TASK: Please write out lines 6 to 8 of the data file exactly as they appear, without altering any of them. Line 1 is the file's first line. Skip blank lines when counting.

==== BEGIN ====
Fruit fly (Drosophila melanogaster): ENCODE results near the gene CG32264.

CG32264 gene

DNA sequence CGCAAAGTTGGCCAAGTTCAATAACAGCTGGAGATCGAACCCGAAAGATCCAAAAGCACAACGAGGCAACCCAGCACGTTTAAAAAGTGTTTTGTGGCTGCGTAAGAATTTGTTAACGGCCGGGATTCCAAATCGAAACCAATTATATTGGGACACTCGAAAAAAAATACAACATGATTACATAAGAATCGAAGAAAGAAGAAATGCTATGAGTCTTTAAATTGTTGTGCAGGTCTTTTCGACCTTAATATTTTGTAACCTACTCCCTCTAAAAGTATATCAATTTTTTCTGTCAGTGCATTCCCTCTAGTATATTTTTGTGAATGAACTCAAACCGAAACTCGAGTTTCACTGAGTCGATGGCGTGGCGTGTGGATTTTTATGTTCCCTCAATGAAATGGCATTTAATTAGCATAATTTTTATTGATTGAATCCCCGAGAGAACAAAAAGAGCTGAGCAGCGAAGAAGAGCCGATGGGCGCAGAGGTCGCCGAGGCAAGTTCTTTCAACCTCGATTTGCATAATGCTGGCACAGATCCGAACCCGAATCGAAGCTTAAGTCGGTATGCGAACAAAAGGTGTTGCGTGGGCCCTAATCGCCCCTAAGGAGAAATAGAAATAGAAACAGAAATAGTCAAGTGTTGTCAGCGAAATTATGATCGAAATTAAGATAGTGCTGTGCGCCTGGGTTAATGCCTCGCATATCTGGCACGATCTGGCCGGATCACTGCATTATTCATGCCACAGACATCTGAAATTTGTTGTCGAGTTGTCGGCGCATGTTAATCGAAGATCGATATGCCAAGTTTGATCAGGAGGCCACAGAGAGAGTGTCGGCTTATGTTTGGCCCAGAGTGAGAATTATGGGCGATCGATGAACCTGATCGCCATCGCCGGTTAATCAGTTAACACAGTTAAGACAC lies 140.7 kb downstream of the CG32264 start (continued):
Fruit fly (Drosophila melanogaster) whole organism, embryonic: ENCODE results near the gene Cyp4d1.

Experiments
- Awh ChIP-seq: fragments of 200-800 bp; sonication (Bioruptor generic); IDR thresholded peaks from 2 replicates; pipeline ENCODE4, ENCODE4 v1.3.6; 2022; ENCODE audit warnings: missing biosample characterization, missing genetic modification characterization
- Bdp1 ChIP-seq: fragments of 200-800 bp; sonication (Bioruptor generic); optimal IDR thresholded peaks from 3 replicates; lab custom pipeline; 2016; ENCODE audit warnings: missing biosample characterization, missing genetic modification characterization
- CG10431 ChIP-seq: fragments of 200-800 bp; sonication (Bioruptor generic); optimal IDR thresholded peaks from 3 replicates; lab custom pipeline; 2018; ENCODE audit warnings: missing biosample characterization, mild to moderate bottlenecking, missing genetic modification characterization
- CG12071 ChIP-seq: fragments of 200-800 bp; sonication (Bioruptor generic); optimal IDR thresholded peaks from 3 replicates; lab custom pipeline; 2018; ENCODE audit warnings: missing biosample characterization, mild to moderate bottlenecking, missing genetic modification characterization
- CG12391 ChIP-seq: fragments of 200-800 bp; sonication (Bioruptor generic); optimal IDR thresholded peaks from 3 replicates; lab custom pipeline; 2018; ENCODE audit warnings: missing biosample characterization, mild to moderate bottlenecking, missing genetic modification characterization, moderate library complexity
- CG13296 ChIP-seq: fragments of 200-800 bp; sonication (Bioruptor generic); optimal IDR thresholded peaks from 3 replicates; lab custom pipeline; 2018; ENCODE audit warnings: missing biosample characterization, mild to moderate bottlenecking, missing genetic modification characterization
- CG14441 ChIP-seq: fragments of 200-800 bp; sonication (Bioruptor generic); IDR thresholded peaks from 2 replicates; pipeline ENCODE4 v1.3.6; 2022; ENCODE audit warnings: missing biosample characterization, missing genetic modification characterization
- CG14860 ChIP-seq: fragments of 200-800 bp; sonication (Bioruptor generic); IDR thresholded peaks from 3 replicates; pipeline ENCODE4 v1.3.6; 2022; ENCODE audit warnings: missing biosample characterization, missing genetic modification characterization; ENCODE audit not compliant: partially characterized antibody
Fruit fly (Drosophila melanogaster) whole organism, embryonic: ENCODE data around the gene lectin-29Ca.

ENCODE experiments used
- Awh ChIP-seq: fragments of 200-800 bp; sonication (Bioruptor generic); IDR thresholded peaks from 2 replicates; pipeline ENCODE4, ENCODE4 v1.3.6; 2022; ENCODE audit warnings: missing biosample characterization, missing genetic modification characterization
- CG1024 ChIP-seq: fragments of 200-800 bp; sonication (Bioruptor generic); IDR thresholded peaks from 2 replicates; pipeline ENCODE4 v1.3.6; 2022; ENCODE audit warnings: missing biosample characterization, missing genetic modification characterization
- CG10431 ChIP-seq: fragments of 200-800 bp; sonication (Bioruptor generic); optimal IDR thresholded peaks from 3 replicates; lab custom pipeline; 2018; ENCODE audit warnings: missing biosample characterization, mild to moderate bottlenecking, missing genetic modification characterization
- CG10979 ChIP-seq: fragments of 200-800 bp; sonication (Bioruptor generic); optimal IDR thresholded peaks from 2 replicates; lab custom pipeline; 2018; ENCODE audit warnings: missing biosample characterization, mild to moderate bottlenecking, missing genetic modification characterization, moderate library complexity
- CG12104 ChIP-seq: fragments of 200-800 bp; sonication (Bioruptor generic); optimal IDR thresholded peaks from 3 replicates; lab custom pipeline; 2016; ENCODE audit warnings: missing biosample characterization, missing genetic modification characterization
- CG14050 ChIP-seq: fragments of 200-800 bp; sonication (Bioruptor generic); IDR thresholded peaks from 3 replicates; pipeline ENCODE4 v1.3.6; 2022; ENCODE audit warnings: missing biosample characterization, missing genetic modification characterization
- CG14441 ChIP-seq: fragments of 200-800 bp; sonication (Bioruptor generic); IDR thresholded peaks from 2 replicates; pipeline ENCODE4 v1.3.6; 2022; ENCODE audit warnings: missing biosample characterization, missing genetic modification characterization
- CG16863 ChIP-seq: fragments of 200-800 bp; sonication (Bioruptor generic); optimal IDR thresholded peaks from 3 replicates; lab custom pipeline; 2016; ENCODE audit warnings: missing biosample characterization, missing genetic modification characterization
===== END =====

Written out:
- Awh ChIP-seq: fragments of 200-800 bp; sonication (Bioruptor generic); IDR thresholded peaks from 2 replicates; pipeline ENCODE4, ENCODE4 v1.3.6; 2022; ENCODE audit warnings: missing biosample characterization, missing genetic modification characterization
- Bdp1 ChIP-seq: fragments of 200-800 bp; sonication (Bioruptor generic); optimal IDR thresholded peaks from 3 replicates; lab custom pipeline; 2016; ENCODE audit warnings: missing biosample characterization, missing genetic modification characterization
- CG10431 ChIP-seq: fragments of 200-800 bp; sonication (Bioruptor generic); optimal IDR thresholded peaks from 3 replicates; lab custom pipeline; 2018; ENCODE audit warnings: missing biosample characterization, mild to moderate bottlenecking, missing genetic modification characterization